An Open Letter to the TSA Supervisor at Reagan Airport
Dear TSA Supervisor at Reagan Airport:
Let’s get one thing straight. There are two terminal buildings at DCA. One building houses U.S. Air and Delta and other overpriced but fairly competent airlines, the other houses Air Tran, Spirit and other Ford Fiesta level airlines (hereafter know as the Short Bus terminal). I am talking to the TSA supervisor who handles the Short Bus terminal. To the other guy, thank you for making flying a pleasant experience.
So you Mr. Short Bus, must have flunked a major portion of your TSA security exam or slept with the boss’ wife to get stuck out in that outpost running a security checkpoint that is as organized as the Rodney King riots. For starters a security line should, in fact, be a “line”, not a mob of punks in basketball jerseys and snot nosed kids heading to Disney World in the off-season trying to mow down the few respectable travelers like myself. I would suggest at least installing a premier line for seasoned travelers, although I am pretty sure I was the only person in that mad-house that had ever, ever flown before. I point to the lady travelling with a gallon of milk and the gentlemen who was utilizing a Hefty bag as a carry-on as evidence.
Second, there needs to be significantly more monitoring of the passengers as they approach security. Then you could have gently reminded the 45 year old lady with the Cyndi Lauper hairdo and Winnie the Pooh sweatshirt to take off all three of her Swatch watches before she set off the monitor and had to go back through 18 times. In fact, just make it a policy to tell adults with Winnie the Pooh garb on that they aren’t allowed to fly. I don’t mean to stereotype, but they are the sorts that try to carry on eight (only 2 are allowed!) floral patterned bags and talk loudly on their phone to their cat sitter until take off.
This brings us to the bag monitor and, of course, Stuart. Once my bag was on the belt and I was, praise Jesus, miraculously through the line, your Sherlock Holmes bag monitor believed he saw a secret weapon in my carry-on, in the shape of a compact mirror. He then flagged down his trusty co-worker Stuart, whose asinine behavior prompted me to write this letter. In case you have more than one Stuart working for you under your big-top, this Stuart is about 5’8”, 110 pounds dripping wet, and appears to have gone through puberty last Wednesday. If you are handing out Christmas goodies around the water cooler this year, I suggest some Stridex pads for Stuart.
Anyway, Stuart retrieves my bag off the belt and swings it around wildly looking for the owner. I step up and claim the bag as I scramble about, trying to pick up the various pens and other items that Stuart is dropping as he waves my bag around like he is in the color guard and it’s half-time. I follow him to the bag check table and, after dropping even more of my items on the floor, he finds the evil, Taliban-issued compact mirror. After discerning the secret weapon must be on the inside, he tries to open the compact and, wait for it……he can’t figure out how to push the button to make it open. I offer to open it for him, but he just stared me down like I had just robbed a liquor store and he was Boss Hog. I tried to offer to open it again and again, but arguing with Stuart is akin to haggling over the price of a chicken in a New Deli flea market and instead he decided to BANG my compact repeatedly on the table until it crashed open and broke.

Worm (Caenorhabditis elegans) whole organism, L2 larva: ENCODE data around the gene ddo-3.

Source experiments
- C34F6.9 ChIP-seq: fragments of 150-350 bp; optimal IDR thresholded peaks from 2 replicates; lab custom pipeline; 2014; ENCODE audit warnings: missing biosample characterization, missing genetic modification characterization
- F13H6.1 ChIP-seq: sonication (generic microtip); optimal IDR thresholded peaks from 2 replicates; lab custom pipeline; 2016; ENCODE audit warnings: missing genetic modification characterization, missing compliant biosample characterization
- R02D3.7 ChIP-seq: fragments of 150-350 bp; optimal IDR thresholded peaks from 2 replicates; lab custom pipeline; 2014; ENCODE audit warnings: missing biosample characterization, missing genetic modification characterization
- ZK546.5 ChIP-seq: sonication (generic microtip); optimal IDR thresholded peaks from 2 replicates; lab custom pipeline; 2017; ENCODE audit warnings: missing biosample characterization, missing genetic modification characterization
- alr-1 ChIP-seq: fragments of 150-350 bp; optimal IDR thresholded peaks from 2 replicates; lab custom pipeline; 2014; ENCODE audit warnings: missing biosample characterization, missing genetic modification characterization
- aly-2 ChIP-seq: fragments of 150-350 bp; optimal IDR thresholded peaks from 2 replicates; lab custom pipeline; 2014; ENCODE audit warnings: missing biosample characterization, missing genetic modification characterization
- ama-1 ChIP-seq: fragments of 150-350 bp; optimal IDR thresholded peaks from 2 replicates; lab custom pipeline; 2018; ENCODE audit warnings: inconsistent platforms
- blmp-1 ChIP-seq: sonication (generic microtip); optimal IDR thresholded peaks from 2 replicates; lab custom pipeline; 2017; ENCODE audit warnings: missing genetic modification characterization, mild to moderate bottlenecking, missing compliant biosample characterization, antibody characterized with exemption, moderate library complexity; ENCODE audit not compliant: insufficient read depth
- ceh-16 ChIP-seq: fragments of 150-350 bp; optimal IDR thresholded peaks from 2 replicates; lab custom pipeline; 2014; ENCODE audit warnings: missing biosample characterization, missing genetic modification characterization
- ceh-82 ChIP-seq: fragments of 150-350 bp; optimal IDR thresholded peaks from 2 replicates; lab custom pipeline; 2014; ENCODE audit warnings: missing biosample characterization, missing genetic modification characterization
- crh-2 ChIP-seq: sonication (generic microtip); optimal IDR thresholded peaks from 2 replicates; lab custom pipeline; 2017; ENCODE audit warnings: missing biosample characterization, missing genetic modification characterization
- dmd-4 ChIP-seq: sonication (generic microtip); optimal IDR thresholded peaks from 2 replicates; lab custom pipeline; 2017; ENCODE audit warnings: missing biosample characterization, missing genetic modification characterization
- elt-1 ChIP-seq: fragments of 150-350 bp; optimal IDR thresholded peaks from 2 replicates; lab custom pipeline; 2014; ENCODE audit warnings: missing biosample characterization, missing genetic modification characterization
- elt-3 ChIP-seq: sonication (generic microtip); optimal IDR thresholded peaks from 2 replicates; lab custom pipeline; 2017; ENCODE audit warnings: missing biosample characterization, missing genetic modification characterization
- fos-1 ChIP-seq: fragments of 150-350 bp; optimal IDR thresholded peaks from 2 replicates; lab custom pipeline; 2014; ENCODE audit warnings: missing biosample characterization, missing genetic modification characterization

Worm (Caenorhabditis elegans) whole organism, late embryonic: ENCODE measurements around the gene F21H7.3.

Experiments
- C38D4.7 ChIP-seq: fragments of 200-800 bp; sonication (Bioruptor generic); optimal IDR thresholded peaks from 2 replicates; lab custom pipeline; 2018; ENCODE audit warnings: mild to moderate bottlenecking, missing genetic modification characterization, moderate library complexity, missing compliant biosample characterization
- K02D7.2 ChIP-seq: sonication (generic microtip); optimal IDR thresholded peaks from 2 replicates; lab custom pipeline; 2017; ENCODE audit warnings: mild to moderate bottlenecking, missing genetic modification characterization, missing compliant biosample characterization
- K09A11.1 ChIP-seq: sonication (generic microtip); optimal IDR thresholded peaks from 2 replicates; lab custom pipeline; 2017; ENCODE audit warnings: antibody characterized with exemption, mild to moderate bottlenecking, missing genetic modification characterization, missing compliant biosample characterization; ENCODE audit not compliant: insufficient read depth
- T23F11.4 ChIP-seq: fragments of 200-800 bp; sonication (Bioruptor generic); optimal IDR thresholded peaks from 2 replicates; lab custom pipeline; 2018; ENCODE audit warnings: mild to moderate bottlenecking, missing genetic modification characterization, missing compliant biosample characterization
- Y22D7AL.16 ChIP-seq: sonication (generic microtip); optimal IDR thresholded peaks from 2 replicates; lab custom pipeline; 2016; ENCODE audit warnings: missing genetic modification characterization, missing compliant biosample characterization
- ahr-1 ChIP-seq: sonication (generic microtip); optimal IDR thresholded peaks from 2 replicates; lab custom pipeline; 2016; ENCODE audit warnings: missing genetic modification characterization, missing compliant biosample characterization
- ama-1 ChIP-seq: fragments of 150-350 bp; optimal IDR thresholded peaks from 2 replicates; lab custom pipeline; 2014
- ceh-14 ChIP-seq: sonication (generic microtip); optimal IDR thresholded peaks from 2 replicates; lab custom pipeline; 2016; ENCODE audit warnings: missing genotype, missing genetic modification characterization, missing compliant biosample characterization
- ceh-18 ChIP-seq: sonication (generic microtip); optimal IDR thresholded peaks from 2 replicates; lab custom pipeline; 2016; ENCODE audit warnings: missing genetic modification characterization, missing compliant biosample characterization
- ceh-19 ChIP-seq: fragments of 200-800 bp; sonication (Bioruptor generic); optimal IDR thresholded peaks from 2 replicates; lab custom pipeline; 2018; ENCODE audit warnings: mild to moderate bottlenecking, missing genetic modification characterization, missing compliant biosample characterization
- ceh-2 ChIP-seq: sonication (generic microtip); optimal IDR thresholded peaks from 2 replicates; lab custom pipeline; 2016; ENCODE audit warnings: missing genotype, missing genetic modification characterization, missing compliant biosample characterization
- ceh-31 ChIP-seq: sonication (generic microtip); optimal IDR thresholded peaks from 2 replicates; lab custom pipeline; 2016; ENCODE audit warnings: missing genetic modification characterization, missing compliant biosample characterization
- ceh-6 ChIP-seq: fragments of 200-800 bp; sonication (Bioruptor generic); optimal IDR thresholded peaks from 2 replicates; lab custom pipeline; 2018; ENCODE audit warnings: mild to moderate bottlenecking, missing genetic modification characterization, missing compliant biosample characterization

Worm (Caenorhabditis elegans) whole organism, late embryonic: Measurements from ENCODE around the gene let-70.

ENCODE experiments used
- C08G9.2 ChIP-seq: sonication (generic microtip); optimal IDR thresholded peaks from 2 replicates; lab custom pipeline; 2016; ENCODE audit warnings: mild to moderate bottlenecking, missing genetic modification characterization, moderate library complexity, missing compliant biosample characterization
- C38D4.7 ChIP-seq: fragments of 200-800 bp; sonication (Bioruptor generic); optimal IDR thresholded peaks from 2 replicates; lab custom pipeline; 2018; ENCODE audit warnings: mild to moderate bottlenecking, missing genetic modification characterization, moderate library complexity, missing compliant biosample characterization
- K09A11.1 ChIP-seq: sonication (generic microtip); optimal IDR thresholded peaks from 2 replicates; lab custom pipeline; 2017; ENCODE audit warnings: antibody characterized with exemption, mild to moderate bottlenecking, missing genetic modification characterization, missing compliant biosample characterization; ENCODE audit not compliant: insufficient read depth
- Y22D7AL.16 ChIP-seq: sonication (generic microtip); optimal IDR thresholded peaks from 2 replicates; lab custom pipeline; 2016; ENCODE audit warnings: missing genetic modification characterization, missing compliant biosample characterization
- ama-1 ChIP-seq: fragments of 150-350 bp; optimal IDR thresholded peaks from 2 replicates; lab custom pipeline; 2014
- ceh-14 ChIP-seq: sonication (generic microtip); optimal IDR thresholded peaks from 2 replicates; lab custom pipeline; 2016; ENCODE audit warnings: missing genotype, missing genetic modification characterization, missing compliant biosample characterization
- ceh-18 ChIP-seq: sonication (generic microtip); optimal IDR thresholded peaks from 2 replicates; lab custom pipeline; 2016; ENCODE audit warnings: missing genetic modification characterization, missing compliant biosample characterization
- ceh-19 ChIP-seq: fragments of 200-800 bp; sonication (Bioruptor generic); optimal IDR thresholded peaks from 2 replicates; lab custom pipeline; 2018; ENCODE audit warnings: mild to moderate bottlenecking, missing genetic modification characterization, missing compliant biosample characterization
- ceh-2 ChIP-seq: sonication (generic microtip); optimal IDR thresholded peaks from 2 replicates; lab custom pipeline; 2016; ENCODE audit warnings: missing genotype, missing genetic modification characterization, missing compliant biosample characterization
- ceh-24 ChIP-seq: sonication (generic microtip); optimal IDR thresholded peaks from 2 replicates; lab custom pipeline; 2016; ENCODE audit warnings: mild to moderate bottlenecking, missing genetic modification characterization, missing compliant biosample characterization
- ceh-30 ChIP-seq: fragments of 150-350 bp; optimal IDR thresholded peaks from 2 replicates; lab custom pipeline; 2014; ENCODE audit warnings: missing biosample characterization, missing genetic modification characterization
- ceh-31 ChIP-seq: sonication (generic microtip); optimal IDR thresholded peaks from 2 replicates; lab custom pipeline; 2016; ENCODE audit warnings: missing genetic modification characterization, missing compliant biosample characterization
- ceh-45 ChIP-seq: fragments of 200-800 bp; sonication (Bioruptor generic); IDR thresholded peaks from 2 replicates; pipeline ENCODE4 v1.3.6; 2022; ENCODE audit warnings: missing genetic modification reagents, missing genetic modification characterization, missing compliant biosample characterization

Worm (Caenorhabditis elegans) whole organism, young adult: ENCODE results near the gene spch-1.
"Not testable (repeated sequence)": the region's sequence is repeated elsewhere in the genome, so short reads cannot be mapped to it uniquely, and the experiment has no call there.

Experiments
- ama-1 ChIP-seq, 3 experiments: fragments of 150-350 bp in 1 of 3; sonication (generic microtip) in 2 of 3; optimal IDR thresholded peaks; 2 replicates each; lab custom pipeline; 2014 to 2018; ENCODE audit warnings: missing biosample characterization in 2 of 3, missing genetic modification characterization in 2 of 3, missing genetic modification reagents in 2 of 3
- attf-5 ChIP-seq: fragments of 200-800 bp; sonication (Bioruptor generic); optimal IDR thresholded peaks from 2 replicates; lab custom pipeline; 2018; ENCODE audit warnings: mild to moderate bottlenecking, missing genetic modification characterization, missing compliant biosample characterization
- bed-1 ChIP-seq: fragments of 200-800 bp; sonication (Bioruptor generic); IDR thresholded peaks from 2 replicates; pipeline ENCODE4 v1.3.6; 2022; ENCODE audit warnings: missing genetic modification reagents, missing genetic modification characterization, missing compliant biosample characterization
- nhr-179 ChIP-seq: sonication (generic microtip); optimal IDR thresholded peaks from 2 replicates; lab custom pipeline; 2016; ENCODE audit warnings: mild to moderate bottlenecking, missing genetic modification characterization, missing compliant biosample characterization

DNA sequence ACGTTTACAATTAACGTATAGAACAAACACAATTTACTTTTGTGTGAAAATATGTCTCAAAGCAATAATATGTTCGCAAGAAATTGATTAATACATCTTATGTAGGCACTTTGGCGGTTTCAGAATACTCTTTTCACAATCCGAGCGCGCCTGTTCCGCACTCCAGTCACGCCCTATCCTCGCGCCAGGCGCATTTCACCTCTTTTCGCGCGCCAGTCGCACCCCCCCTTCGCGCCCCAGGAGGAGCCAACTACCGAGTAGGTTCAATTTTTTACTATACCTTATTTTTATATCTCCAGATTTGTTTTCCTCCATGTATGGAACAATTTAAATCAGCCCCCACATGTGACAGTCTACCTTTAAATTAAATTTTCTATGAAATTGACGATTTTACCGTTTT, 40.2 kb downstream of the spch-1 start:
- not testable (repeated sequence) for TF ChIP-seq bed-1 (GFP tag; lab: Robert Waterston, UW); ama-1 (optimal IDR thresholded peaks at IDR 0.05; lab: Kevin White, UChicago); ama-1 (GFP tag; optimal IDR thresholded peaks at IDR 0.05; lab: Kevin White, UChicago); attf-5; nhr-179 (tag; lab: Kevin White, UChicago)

He then scooped up my bag and shattered compact, and, giving him points for consistency here, dropped even more of my stuff on the floor, and ran my bag back through the belt. This whole process took about 45 minutes, at which point I had missed my flight. Bless their Ford Fiesta hearts, Air Tran only runs one flight to Key West a day, so I had to pay $433 for another flight on another airline. That’s right, STUART COST ME $433, which is 10 times the costs of one of the little video games I am certain he plays in his basement by himself because he has no friends and if he does have friends, they wear Winnie the Pooh sweatshirts.
You may ask why I know Stuarts name, Mr. Supervisor. Well, as I was passing back by that hot mess you call a security check point, I stopped a senior TSA member and briefly explained my plight. She pointed a finger right at the aforementioned offender and said, “Oh, I bet that was him. His name is Stuart. Young guy? Drops stuff? He is always causing problems.”
In conclusion, Mr. TSA supervisor, please send Stuart back to the airport kiosk that sells $10 pashminas and fake Gucci sunglasses, or back to his bussing job at the California Tortilla counter because he is not ready for the big leagues. Even better, tell Stuart to send me a check for $433.
Thank you for your time.
Disgruntled in the Tampa US Air lounge